Alice Pomponio—or Ali, to those who knew and loved her—passed away on June 19, 2012 after surviving brain cancer for more than two years. She was born in Port Jefferson and grew up in Ronkonkoma. She made the most of a life that was far too short.
Joyous, adventurous, courageous, a fierce warrior for justice with a kind and loving heart, she is missed by heartbroken friends in places as far-flung as Hawaii, Papua New Guinea, Australia, Italy, the Caribbean, and throughout North America.
Ali graduated from Connetquot High School on Long Island in 1970 and from SUNY Geneseo in 1974. She spent a year during that time studying in Italy and developed friendships there that she maintained for the rest of her life. She revisited these friendships in 2008 when she won a Fulbright Fellowship to spend a year teaching at the University of Siena in Tuscany.
She earned her Ph.D. in anthropology at Bryn Mawr in 1983, with a dissertation based on eighteen months of field work on a ten-acre island called Mandok off the coast of Papua New Guinea. She returned to Mandok for another year in 1987, and in 1988 she won a Mellon Fellowship to write and update her research at the University of Pittsburg. In the last years of her life she was working on a dictionary of the unwritten language of the Mandok people, to help preserve their linguistsic heritage for future generations of islanders.
Ali joined the faculty of St. Lawrence University in 1983, earning the rank of Professor of Anthropology in 1994 and becoming Chair of the Department of Anthropology in 2004. In the meantime she authored and edited three books and was elected President of the Association for Social Anthropology in Oceania, an international scholarly organization. She and her husband Richard Perry co-directed St. Lawrence University’s Kenya Semester Program for eighteen months from 1994 to 1996. In fall 2011 she won St. Lawrence University’s distinguished J. Calvin Keene Award for excellence in combining teaching, scholarship, and concerns for social justice. Among the factors determining this award were the many admiring letters from her students.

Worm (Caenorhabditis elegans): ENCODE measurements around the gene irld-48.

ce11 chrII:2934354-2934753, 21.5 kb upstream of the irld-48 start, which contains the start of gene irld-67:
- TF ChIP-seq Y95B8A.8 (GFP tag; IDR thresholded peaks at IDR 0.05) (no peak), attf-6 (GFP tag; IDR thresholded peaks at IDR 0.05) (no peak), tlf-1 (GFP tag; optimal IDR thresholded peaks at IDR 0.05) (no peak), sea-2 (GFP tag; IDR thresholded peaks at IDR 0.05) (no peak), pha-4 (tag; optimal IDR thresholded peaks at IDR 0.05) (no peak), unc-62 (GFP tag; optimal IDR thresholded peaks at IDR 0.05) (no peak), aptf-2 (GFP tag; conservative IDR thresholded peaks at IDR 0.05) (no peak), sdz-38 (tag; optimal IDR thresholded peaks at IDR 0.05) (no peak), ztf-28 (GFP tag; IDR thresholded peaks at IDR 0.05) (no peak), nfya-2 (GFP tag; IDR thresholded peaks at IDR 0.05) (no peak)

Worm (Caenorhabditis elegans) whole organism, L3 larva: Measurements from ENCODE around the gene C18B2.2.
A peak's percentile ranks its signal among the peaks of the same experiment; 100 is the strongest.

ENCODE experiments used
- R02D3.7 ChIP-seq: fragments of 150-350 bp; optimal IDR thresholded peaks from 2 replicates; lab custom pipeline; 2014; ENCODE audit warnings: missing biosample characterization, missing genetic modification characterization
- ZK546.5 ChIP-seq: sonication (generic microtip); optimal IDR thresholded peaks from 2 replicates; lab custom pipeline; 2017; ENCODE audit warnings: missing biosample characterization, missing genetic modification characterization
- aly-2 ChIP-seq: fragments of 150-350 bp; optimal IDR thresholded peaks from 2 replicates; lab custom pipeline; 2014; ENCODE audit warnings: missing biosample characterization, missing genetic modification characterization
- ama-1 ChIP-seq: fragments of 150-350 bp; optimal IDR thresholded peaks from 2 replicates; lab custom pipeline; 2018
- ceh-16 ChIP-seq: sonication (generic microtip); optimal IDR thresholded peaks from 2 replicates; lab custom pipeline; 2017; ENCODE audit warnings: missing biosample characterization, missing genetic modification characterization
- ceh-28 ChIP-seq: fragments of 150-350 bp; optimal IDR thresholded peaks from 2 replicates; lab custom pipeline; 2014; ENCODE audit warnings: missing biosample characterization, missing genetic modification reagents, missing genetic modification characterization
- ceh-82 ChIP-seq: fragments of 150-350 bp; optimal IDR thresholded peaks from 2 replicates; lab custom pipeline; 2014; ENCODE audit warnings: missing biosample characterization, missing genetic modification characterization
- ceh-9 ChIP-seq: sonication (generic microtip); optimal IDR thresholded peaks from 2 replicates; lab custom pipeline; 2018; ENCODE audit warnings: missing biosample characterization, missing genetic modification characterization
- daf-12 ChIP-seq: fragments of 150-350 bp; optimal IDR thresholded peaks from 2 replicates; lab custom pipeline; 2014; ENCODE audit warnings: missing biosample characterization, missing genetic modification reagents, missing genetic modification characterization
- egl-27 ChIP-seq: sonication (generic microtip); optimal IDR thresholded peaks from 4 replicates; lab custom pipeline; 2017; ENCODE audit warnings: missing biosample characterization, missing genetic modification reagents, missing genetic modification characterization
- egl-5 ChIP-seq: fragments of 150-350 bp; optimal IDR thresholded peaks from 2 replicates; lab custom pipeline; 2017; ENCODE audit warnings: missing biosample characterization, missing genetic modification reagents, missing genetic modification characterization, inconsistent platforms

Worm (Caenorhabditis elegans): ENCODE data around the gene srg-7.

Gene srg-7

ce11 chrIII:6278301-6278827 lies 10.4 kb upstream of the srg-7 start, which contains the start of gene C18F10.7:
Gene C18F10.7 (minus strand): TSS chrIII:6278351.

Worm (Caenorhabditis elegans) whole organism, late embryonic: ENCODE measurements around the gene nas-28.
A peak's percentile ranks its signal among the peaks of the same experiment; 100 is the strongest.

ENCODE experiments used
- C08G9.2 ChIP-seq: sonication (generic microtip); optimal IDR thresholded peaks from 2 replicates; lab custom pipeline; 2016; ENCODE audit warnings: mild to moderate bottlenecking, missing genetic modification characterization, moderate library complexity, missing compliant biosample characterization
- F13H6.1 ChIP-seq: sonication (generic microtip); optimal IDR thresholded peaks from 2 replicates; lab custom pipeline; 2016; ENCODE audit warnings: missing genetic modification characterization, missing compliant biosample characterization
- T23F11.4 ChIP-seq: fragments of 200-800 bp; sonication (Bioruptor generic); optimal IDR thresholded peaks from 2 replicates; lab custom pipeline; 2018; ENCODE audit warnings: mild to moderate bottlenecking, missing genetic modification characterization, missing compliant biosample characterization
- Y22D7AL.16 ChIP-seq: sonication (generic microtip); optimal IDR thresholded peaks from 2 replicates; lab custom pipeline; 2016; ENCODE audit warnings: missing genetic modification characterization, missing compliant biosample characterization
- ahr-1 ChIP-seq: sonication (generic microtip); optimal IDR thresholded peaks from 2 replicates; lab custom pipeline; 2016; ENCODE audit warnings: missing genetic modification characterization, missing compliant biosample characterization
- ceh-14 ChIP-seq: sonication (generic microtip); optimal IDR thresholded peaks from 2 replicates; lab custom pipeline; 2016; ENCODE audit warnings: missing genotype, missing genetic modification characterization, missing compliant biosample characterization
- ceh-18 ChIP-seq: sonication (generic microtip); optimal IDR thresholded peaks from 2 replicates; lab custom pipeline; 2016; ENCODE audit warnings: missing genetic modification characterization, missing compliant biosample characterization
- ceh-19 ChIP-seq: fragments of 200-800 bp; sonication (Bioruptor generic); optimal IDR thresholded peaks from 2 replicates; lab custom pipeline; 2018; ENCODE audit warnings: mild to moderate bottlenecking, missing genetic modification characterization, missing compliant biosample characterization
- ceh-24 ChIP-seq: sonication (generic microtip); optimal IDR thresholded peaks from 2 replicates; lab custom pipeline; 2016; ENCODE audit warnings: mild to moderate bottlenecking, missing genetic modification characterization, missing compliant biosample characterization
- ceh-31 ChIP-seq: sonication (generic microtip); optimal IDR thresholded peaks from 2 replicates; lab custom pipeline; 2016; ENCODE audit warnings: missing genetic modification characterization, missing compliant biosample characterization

In February 2013, the Association for Social Anthropology in Oceania will hold an event titled “Special Session in Honor of Ali Pomponio: Expressions of Joy in Oceanic Societies.” The description states that “we have chosen to honor Ali with a session devoted to expressions of joy as homage to her vivacious, joyful personality and the joy that she has brought to all who have gotten to know her.”
Ali is, and will always be, sorely missed by her husband, Richard Perry and their son Charles Gregory Pomponio Perry; three brothers, Alan, Richard and David Pomponio; and a sister, Marian Allred.
Her parents, Charles Angelo Pomponio and Marian (Addeo) Pomponio predeceased her, as did her brother Robert in 1983.
The world is poorer and sadder for her loss. And the world is better, and richer, because she was here with us.
The family will receive friends at the Lawrence Funeral Home, 21 Park Street, Canton on Friday, June 22nd from 2-4 and 6-8 p.m. and on Saturday from 2-4 p.m. A memorial service celebrating the life of Ali will be announced in the fall.
Memorial contributions are suggested to the St. Lawrence County Cancer Fund, Inc., P.O. Box 291, Canton, NY 13617.
Condolences may be sent online at www.lawrencefuneralhome.org,